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  • Drama in Aesthetic Education:An Invitation to Imagine the World as if It Could Be Otherwise
  • Florence Samson (bio)

Maxine Greene, philosopher-in-residence for the Lincoln Center Institute (LCI), suggests that through aesthetic education "new connections are made in experience: new patterns are formed, new vistas are opened. Persons see differently, resonate differently." As Rilke wrote in one of his poems, and as quoted by Greene, "they are enabled to pay heed when a work of art tells them, 'You must change your life.'"1 Greene interprets Rilke's words to mean that "a work [of art], when fully perceived and carefully attended to, makes a demand upon beholders—a demand that they change, look with new eyes, hear with new ears, become something they have not been before."2 Greene believes that "the perceiving, the noticing [about which Rilke spoke] are enhanced," for in the process of "[o]pening ourselves as perceivers to the work, entering into it kinaesthetically, we free ourselves to grasp it in its vital fullness and complexity."3

This life change, to which Rilke refers, occurs as we take into our own being the experiences of others and realize that not everyone sees the world as we do. As we look critically at ourselves and our complicity in situations that position people as "other," we are moved to imagine that the world could be otherwise.

Curriculum, Change, and Aesthetic Education

Aesthetic education, an inquiry-driven engagement with a work of art, can be a catalyst to bringing about change. The aesthetic education experience consists of a number of components. LCI agrees upon a repertoire of "works of art" deemed likely to fulfill the requirements of engagement and inquiry. These may include, but are not limited to, music, drama, and opera performances, and mask, photo, and art exhibits. For each work of art, the LCI [End Page 70] researchers and other staff prepare a resource binder, entitled Windows on the Work. The teacher educator has several meetings with the teaching artist assigned to that work to develop the questions that will power the inquiry process, determine the structure and activities of the pre- and sometimes post-performance classes, and guide the students in their engagement with the work of art.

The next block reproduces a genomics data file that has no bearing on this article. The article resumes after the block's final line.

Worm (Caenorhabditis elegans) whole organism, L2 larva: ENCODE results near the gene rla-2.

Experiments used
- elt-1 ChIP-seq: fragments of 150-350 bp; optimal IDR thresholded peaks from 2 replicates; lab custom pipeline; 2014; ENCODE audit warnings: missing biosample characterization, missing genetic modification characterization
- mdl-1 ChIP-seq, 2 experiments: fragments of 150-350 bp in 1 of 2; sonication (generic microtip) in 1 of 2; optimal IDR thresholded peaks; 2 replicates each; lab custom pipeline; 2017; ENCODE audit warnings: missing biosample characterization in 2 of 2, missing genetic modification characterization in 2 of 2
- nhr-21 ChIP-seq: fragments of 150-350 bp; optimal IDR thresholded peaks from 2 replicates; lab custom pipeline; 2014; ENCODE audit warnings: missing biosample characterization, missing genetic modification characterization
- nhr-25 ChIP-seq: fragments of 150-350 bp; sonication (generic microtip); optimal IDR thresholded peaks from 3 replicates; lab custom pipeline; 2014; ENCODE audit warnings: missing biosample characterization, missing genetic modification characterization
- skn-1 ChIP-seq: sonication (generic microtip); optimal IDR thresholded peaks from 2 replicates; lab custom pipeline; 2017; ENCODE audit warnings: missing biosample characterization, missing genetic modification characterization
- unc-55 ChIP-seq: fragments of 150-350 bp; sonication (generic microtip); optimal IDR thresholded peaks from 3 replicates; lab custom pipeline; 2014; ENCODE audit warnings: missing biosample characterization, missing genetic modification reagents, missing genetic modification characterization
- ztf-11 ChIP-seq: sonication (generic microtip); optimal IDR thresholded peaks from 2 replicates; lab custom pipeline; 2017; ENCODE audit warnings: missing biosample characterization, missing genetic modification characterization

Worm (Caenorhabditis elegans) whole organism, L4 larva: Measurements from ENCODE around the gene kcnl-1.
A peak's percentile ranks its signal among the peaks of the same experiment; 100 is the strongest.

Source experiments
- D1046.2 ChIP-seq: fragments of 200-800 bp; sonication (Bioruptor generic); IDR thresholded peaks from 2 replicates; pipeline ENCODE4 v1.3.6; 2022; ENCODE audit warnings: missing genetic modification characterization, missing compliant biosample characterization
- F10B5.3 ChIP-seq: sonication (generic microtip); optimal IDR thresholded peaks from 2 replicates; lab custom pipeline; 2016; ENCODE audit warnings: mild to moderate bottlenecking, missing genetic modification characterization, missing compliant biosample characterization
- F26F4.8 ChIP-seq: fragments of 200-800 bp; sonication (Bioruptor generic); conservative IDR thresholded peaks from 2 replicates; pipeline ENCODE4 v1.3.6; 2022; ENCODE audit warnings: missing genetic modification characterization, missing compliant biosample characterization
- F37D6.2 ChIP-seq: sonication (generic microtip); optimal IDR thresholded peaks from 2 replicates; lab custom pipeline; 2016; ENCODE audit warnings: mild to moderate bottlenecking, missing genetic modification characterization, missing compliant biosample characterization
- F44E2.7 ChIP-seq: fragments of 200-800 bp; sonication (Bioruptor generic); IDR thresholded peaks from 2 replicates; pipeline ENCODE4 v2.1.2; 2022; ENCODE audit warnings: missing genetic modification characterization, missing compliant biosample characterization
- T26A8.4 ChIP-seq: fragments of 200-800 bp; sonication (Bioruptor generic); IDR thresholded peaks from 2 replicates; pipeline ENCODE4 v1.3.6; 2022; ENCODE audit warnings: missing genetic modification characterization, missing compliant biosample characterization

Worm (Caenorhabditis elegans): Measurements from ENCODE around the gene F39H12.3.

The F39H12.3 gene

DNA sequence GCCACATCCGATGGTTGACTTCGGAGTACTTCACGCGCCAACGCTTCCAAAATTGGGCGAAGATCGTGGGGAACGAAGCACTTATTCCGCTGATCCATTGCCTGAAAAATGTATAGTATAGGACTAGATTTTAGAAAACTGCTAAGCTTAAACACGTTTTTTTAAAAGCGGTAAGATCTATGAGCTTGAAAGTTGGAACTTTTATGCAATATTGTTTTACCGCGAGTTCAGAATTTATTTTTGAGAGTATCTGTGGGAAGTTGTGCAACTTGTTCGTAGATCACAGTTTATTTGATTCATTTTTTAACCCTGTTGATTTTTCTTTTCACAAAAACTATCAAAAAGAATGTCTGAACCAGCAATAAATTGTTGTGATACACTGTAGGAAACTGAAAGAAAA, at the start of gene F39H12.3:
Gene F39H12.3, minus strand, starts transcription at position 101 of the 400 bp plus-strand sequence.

I have included an aesthetic education experience program each term in my graduate and undergraduate elementary and early childhood education courses. My course outlines describe this component and the related student assignments. For the fall 2004 course, I chose Ping Chong's Secret History: Journeys Abroad, Journeys Within.4 This drama documentary, written and directed by Ping Chong and Leyla Mordirzadeh in collaboration with Sara Zatz, was directly related to one of my course goals—teaching for equity and social justice. This involves providing teachers with opportunities to "engage in productive dialogues about both inequities and possibilities for social reconstruction in the communities within which they and their students are developing."5

Ping Chong & Company was founded thirty years ago "to create innovative works of theatre and art that explore the intersection of race, history, culture, and technology in the modern world."6

Ping Chong, Insider/Outsider, and His Approach to Theatre

Canadian-born and New York-reared Chong—theatre director, choreographer, and video and installation artist—is "fascinated and disturbed by the position of the outsider, the person made to feel 'other' in a society" and "probe[s] the drama of those pushed from one culture to another."7 He has done extensive research on both immigrants and refugees and recognizes that there is a psychological difference in the trauma experienced by members of both groups in the transition from one culture to the other.

Chong's unique "talk, reveal, and seek to understand" approach to theatre "moves us toward unification, toward diminishing the barriers between peoples, and thus toward embracing all that is good in civilization."8 His work is grounded in his experience of sharing a common ethnicity and language with his community in Chinatown and occupying the position of "other" as the only Chinese student in his high school. Because of his experience of being "other," Chong has "a real kind of empathy and connection" with his projects.9 He considers...

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